The women surveyed were aged 16 or over and from all ethnic groups. They had had their babies at least 12 months before the survey began and all had a live baby with no congenital abnormalities at the time of survey.

"Our research has raised a number of issues", says Amanda Williams. "For example, it has highlighted concerns about the long-term health effects resulting from forceps deliveries and the variations in ill health between white and Asian women. Both these areas could benefit from further research."

"It's also important to point out that while women who had had caesareans reported fewer problems with the healkth issues covered by this study, this delivery method is associated with other problems that have a negative effect on women's quality of life, such as adhesions and wound infections."

"We believe that our study points to the need for health professionals to provide  ongoing support for women who have given birth, focusing on issues such as perineal problems and sensitive health problems. This, coupled with greater public aware ness of these issues, will hopefully make it easier for women to get help for both short-trem and long-term health problems," says Amanda Williams.

Factors influencing women's emotions post childbirth

  • Episiotomy or a repaired vaginal tear may take several months to heal completely. Even without an episiotomy or a tear, the perineal area (between the vagina and anus) can feel bruised and sensitive for some time.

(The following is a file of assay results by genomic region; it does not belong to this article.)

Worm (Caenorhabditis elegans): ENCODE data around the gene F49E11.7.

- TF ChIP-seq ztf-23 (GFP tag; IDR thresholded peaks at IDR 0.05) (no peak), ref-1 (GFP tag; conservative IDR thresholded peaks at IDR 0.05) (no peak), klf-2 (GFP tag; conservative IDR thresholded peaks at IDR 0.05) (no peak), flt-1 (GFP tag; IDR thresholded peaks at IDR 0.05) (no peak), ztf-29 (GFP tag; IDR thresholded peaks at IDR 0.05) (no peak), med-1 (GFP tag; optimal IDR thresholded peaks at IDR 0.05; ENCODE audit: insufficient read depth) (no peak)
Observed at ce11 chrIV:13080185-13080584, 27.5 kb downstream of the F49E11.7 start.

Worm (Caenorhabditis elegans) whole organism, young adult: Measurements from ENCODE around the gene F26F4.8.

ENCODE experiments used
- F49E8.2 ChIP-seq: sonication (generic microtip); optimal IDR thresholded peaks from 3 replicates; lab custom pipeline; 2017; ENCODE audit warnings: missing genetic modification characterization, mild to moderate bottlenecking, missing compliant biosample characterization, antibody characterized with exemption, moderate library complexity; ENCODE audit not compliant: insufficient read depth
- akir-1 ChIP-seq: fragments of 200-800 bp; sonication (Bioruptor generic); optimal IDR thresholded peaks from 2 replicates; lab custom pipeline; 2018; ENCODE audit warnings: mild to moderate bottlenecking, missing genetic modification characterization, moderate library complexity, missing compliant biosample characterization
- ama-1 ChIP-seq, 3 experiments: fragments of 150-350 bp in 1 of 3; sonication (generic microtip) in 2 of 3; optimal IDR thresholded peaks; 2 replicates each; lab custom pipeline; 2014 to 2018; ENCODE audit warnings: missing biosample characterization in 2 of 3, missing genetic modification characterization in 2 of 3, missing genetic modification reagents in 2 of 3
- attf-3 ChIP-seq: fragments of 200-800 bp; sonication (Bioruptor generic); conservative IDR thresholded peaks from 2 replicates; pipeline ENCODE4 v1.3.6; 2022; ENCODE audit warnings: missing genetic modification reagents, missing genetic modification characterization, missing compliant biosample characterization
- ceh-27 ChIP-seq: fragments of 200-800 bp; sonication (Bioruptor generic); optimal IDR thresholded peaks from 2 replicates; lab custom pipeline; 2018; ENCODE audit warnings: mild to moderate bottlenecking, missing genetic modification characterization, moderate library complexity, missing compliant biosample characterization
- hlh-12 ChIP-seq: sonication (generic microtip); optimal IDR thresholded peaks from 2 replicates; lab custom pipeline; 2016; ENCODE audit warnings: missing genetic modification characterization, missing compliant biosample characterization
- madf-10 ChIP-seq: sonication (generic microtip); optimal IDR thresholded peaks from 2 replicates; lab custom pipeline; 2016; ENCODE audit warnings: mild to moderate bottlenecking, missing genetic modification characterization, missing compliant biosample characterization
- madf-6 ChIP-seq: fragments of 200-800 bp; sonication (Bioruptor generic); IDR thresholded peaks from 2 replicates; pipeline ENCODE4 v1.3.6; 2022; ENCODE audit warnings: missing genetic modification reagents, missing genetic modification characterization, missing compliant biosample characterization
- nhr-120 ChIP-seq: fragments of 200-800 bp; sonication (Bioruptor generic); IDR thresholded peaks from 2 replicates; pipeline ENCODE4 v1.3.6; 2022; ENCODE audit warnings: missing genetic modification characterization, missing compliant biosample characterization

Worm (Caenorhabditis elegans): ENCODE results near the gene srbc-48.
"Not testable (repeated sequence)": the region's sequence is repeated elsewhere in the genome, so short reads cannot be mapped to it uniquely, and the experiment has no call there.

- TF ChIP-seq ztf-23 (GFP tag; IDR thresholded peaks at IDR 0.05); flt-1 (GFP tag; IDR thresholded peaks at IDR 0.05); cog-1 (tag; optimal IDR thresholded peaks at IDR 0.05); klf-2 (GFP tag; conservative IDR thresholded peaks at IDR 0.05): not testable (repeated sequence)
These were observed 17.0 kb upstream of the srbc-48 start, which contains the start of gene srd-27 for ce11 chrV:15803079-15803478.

• Vagina may lack natural lubrication due to low levels of oestrogen following childbirth.
  • Oestrogen levels may also remain low when breast-feeding.
  • Trauma: having a baby pass through the vagina can be a traumatic process for some women. Difficult or complicated births can cause severe trauma.
  • Vagina discharge that smells unpleasant could indicate an infection that requires medical attention.
  • Low libido: many women say that their libido is low at this time - they just don't feel sexy.
  • Hormonal changes.
  • Body image - a woman's body may feel so significantly changed by the processes of pregnancy and childbirth leading to a feeling that she needs time to recover and feel like herself again.
  • The shape and sensitivity of the vagina may have changed.
  • Anxiety about her new baby and the new world of motherhood.